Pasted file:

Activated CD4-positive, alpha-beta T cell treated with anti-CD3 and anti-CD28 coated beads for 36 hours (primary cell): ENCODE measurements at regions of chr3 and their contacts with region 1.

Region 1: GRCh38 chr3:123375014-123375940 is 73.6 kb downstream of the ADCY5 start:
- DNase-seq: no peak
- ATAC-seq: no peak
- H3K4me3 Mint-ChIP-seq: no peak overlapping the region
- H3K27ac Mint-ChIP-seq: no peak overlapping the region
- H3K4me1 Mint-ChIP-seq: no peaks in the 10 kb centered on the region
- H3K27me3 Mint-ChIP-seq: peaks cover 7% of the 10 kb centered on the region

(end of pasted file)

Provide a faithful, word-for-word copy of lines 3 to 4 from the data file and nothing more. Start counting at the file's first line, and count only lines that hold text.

- DNase-seq: no peak
- ATAC-seq: no peak